Perhaps Adamek’s most distinguished quality is he’s malleable. He possesses the ability to not only implement a game plan, but can weather adversity and get back on track. He has the heart of a lion, an iron chin and the conditioning of a marathon runner. Knowing that he was behind, like Air Jamaica running out of room on the Palisadoes Strip, Grant had to take off in the final round or crash in a sea of defeat. He came out barnstorming and took command. He shook Adamek with a few punches and looked like a charging bull as the smaller man ducked, side-stepped and held while never appearing as if he were “surviving” as much as realizing that his opponent wanted to lead in the final three minutes of their 36-minute tango and Adamek conceded to his wishes. The final bell sounded and again the clouds burst and the heavens opened up to the raucous cheers of the Polish minions. The reading of the scorecards was a mere formality as Adamek captured a unanimous decision by scores of 118-110, 118-111 and 117-111, reflective of my scorecard. Adamek inches up the heavyweight ladder closer to an inevitable showdown and a mega payday with either of the Klitschko brothers or David “Haymaker” Haye for one of the heavyweight belts.

At the post-fight press conference the erudite Grant offered, “Adamek’s feet were the difference, he was in and out….he sustained and endured. I am not looking to fight anyone under 220 pounds. It was a cat and mouse game. You have not seen the last of me.”

Other Results: Junior-middle-weight contender Joel Julio (35 wins – 4 losses – 0 draws –31 kos) from Monteria, Colombia set a frenetic pace and captured a 10-round unanimous decision by scores of 99-93, 98-92 and 97-93 over tough Jamaal “Da Truth” Davis (12 wins – 6 losses – 0 draws – 6 kos) of Philadelphia.

Brooklyn’s favorite son, 2008 U.S. Olympian Sadam “World Kid” Ali (8 wins – 0 losses – 0 draws – 4 kos) stopped Lenin Arroyo (20 wins – 12 losses – 1 draw – 4 kos) of San Jose, Costa Rica at 2:46 of the fifth round with a devastating left hook to the body of their scheduled eight-round welterweight bout.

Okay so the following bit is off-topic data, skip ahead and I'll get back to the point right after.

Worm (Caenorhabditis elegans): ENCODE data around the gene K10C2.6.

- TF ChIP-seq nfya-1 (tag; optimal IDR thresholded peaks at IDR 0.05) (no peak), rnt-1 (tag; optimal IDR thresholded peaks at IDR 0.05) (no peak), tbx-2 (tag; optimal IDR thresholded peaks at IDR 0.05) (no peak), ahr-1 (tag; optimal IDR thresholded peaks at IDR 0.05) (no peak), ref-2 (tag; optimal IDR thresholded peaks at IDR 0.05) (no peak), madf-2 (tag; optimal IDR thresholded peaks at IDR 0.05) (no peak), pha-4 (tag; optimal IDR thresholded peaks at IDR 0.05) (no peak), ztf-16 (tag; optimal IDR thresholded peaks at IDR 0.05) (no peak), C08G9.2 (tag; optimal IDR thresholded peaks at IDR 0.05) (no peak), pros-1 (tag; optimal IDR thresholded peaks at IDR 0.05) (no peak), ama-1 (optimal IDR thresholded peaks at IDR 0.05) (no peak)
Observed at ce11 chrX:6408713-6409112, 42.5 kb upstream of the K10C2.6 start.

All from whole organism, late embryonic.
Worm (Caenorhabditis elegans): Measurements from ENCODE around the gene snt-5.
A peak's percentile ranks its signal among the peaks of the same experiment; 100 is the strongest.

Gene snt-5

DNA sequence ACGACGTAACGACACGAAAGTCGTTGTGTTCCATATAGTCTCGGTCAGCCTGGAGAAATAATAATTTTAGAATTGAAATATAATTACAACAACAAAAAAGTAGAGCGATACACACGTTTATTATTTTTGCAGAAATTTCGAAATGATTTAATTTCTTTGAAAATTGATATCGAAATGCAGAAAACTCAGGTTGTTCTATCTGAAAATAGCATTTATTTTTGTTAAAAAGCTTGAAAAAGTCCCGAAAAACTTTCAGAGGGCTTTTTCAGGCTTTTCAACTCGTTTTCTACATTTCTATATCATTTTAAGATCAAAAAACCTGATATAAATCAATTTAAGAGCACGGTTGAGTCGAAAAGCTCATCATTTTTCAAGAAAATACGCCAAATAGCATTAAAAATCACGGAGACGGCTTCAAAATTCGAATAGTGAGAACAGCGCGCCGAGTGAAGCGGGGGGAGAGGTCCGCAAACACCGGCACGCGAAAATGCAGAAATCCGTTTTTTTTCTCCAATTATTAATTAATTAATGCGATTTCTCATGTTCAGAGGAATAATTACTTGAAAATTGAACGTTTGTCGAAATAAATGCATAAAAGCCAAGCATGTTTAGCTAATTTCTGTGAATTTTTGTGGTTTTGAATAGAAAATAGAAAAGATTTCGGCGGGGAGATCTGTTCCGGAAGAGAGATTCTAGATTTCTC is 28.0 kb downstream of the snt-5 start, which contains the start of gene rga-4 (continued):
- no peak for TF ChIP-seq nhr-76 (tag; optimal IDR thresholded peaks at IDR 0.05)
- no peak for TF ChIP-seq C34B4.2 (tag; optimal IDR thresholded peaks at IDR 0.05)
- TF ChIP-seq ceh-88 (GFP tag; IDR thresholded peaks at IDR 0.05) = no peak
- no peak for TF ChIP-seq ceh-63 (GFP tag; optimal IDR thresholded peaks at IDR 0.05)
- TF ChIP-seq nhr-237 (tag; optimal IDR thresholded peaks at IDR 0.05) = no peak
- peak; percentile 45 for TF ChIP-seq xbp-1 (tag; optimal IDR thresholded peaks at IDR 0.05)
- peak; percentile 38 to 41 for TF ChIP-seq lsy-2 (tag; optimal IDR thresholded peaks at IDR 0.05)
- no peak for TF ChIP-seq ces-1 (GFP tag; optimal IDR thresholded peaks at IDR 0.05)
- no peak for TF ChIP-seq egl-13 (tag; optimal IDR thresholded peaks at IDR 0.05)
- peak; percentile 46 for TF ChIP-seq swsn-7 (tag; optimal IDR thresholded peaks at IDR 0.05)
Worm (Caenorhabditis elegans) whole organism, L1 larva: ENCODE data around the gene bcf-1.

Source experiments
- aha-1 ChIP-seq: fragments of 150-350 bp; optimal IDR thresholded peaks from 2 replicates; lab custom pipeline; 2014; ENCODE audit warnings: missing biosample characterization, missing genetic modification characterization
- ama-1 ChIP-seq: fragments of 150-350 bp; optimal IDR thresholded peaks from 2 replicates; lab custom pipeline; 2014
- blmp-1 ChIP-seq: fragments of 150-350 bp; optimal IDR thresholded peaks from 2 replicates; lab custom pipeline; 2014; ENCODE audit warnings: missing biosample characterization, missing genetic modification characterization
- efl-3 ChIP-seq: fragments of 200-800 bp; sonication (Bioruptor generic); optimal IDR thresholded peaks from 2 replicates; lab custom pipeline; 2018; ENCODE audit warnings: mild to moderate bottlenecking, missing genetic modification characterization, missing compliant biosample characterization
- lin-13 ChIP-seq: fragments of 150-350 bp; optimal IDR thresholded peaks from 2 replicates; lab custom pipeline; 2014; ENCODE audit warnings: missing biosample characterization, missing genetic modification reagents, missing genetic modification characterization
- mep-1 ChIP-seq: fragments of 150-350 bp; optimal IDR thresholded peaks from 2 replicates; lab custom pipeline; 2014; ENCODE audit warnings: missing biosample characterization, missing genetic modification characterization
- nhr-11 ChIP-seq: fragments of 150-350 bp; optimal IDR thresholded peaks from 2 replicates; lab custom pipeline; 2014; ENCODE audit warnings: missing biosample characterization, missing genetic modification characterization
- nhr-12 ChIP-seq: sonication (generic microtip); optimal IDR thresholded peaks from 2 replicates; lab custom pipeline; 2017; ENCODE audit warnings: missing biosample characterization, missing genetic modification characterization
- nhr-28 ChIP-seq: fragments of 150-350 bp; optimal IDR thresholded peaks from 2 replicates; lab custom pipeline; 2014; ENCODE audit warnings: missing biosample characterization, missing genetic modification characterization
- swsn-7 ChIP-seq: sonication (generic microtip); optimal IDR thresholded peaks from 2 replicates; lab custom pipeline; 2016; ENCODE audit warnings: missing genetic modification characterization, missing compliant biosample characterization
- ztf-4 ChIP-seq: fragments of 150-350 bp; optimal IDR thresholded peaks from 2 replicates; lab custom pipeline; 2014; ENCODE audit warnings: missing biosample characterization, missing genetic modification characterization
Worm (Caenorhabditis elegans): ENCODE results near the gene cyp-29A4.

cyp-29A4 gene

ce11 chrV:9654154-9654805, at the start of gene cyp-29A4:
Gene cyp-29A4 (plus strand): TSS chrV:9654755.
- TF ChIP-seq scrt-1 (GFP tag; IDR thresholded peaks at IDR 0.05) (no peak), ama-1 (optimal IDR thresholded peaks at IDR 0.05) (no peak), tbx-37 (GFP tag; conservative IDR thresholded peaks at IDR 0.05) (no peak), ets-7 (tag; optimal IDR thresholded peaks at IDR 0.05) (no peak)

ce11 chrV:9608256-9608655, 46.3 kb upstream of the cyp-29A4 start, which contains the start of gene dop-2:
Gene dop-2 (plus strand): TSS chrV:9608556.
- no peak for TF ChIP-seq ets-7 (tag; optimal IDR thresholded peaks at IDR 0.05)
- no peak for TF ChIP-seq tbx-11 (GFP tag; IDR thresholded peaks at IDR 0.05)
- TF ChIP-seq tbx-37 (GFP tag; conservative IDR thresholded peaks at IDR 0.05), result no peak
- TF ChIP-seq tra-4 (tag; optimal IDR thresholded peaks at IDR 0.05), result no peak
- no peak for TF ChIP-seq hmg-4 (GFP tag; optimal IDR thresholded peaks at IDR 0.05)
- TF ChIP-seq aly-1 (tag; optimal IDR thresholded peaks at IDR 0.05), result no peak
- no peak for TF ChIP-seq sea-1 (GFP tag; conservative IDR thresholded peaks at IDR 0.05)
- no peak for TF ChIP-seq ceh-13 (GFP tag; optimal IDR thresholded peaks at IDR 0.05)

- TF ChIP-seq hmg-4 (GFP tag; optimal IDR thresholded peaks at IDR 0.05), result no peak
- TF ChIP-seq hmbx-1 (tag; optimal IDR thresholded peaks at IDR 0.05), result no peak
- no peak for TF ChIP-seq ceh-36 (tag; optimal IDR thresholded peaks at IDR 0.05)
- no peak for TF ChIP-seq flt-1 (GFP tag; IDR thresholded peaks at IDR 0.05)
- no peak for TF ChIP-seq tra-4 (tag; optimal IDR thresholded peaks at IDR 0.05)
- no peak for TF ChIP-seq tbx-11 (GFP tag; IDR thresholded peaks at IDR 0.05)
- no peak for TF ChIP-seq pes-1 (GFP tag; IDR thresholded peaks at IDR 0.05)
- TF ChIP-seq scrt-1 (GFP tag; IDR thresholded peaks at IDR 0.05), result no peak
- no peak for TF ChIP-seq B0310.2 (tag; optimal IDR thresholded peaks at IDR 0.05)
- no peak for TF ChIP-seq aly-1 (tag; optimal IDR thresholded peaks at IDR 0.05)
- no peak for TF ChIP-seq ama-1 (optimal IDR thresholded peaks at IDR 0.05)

Lightweight Osnel “Prince of Darkness” Charles (3 wins – 2 losses – 0 draws – 0 kos) of Atlantic City, New Jersey by way of Haiti boxed his way to a unanimous decision by scores of 39-37 and 38-37 twice over Hector Collado (0 wins – 1 loss – 1 draw) from Union City, New Jersey, dropping him with a jab in the opening round of this spirited four-rounder.

Patterson, New Jersey’s junior-welterweight prospect Jeremy “Hollywood” Bryan (13 wins – 1 loss – 0 draws –6 kos) won by technical knockout at 3:00 of Round 1 of a scheduled six-rounder as his opponent Daniel “Super Sweet” Mitchell (5 wins – 1 loss – 1 draw –2 kos) of Pittsburgh, PA refused to come out for the second round alleging an eye injury. Let me go out on a limb – if Mitchell sustained an eye injury then I have a dog in my basement that can tap dance!! “Dorothy, oh where, oh where is the Tin Man?”

Debuting five-time New York Golden Gloves Champion, Brooklyn junior lightweight prospect Shemuel Pagan looked sharp as he dominated Raul Rivera (0 wins – 2 losses – 0 draws) of Philadelphia, dropping him in the second round, winning a unanimous four-round decision by scores of 40-34 twice and 40-35.

The show opened with fireworks as middleweight Tyrone Luckey of Middletown, New Jersey dropped Larry Yanez, from Fort Lauderdale with a left hook before finishing him off at 54 seconds of the opening round of this scheduled four-rounder—both men joining the punch-for-pay-ranks.

I oftentimes wonder who is reading my articles beside my family members of which only four live in Brooklyn—the overwhelming majority still enjoy the beautiful sunshine and blue beaches of Jamaica. Maybe I doled out too much information by revealing the obvious fact that every time Adamek fights in Newark, Greenpoint becomes a desolate ghost town. Maybe the next time he has a bout at the Prudential Center, having read this article some aspiring ruffian will enter Greenpoint with larceny in his heart and “invite” himself into the home of an absent Adamek fan only to be met by a hungry pit-bull with dinner on his mind!

Continue to support the sweet science, and remember, always carry your mouthpiece!